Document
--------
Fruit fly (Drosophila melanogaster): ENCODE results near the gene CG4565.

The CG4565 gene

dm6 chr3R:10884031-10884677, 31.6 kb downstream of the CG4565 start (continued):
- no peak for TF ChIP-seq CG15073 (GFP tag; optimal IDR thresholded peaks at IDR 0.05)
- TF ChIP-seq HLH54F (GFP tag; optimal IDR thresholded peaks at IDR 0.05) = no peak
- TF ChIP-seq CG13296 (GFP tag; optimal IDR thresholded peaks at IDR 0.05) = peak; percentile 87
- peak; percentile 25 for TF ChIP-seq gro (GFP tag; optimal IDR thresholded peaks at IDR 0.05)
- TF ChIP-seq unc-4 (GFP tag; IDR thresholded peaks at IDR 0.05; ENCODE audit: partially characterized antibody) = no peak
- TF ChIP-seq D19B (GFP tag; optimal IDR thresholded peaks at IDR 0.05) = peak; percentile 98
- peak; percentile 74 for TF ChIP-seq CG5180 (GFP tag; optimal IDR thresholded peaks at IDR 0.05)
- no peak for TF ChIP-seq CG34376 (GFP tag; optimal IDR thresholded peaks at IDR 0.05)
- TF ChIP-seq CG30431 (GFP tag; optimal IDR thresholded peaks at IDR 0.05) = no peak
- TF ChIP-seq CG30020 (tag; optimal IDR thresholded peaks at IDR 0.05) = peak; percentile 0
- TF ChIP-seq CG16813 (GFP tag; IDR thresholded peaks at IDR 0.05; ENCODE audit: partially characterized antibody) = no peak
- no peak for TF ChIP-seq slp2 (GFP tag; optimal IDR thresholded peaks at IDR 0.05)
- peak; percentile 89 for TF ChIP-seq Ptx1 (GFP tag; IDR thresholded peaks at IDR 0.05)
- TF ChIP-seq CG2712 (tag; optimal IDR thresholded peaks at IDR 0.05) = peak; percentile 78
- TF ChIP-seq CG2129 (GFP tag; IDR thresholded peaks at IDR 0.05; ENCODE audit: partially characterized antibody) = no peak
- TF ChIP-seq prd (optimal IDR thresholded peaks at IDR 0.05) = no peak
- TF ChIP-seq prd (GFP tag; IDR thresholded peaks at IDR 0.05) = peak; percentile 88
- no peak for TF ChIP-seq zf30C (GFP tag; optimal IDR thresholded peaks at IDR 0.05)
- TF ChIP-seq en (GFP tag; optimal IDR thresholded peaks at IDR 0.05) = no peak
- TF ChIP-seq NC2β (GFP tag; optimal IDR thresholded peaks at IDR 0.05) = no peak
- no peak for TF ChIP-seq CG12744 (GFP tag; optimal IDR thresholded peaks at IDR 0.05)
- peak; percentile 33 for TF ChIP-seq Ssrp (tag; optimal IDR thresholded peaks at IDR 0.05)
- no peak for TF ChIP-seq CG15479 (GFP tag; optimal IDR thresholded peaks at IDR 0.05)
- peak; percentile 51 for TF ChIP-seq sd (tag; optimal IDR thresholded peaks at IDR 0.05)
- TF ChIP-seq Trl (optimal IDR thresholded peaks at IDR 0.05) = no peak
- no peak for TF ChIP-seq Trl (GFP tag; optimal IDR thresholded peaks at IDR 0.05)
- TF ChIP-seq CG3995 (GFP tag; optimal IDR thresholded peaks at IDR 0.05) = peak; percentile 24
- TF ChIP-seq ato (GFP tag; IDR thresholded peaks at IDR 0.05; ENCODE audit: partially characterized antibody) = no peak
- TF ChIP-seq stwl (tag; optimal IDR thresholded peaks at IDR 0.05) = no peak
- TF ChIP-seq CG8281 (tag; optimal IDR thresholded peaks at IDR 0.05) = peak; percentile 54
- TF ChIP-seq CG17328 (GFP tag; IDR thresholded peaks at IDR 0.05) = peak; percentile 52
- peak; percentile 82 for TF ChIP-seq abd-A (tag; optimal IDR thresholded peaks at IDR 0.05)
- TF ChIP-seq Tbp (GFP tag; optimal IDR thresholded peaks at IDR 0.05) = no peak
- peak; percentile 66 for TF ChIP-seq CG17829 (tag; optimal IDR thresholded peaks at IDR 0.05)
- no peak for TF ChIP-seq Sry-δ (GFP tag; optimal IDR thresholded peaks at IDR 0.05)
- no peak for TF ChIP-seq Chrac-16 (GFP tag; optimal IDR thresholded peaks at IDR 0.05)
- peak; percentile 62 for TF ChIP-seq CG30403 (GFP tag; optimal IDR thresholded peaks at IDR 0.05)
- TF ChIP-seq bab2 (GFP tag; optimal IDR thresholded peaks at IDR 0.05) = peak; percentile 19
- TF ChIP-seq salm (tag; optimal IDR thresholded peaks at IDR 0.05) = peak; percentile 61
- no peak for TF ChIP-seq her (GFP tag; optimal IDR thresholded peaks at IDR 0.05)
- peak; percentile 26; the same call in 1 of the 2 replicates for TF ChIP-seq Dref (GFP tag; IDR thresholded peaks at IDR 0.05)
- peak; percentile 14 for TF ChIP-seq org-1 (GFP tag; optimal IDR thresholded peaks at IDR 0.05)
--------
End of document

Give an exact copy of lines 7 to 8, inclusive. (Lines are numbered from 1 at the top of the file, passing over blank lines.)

- peak; percentile 25 for TF ChIP-seq gro (GFP tag; optimal IDR thresholded peaks at IDR 0.05)
- TF ChIP-seq unc-4 (GFP tag; IDR thresholded peaks at IDR 0.05; ENCODE audit: partially characterized antibody) = no peak